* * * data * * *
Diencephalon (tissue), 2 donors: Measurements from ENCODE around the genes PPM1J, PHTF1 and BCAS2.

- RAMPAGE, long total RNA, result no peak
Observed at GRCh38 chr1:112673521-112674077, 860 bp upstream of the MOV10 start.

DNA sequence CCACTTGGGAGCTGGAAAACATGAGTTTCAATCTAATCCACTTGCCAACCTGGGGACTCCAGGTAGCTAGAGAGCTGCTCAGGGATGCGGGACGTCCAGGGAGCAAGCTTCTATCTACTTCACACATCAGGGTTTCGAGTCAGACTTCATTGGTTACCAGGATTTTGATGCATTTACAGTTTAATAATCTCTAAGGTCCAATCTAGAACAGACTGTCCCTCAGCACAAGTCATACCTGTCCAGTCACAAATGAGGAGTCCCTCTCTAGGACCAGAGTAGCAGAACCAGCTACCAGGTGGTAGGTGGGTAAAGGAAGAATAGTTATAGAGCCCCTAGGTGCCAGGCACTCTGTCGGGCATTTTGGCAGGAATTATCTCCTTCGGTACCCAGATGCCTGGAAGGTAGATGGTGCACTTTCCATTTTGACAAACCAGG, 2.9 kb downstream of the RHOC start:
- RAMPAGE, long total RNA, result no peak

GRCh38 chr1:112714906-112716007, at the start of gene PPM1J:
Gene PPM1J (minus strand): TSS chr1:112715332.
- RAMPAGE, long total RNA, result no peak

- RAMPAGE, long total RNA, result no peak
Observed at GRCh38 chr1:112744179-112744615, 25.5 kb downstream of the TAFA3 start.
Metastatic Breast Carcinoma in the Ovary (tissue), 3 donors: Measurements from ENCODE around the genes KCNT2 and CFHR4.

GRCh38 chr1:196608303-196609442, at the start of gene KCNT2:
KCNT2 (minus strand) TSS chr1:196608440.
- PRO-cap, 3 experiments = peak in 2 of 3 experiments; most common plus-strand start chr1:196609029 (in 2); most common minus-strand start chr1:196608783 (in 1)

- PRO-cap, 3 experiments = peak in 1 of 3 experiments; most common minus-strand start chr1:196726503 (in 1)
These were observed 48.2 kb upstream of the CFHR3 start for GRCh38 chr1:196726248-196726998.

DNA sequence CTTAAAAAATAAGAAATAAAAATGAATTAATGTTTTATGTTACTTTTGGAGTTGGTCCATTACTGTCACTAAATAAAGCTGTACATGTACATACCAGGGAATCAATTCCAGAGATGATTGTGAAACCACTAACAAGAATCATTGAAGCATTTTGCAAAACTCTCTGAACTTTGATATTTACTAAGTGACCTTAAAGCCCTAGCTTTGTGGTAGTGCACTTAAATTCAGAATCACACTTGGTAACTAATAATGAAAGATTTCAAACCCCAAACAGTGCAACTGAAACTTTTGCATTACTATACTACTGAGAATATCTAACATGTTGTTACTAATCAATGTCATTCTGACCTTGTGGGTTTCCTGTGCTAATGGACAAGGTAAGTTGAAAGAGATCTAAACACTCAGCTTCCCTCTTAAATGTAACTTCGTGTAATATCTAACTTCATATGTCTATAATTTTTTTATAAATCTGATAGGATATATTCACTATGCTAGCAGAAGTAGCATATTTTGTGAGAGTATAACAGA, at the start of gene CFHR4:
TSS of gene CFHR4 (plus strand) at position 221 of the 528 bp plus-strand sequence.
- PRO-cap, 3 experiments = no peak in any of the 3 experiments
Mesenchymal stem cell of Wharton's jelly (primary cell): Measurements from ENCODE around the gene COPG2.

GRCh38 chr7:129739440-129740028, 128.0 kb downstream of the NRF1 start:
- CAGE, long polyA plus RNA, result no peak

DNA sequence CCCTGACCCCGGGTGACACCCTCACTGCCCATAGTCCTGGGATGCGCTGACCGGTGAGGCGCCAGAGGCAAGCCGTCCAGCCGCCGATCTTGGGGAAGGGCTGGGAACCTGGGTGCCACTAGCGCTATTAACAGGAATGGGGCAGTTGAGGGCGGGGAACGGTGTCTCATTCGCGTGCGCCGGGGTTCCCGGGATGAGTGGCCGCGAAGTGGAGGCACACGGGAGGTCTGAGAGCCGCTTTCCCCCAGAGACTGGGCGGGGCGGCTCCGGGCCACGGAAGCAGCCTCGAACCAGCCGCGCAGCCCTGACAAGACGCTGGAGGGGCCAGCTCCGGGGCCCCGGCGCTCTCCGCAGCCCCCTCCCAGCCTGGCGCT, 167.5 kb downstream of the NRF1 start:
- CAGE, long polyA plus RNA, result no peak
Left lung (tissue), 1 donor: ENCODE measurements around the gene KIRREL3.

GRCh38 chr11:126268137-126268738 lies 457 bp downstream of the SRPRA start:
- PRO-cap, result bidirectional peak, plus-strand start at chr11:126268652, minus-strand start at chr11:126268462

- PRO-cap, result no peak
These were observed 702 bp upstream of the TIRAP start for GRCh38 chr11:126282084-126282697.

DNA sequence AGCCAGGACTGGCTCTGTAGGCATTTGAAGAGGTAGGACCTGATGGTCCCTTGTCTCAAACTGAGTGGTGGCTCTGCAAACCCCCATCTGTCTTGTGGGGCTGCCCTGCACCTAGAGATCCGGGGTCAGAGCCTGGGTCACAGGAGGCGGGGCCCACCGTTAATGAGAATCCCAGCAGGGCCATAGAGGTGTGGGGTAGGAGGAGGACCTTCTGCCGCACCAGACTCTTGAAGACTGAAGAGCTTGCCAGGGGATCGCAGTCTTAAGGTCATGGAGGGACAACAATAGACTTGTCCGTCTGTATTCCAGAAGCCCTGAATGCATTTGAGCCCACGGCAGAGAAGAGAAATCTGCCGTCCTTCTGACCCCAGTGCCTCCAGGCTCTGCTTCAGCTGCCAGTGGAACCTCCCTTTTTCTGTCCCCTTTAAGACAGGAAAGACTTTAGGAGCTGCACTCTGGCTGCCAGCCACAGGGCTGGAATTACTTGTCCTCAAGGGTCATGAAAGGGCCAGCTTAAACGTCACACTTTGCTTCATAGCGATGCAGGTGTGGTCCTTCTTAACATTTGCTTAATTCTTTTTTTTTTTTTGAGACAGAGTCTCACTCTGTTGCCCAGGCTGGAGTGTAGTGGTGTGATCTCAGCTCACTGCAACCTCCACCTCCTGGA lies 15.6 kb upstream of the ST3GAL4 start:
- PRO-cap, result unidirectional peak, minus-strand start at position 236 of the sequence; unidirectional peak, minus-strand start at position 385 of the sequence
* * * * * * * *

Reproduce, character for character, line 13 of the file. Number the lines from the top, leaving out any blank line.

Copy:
KCNT2 (minus strand) TSS chr1:196608440.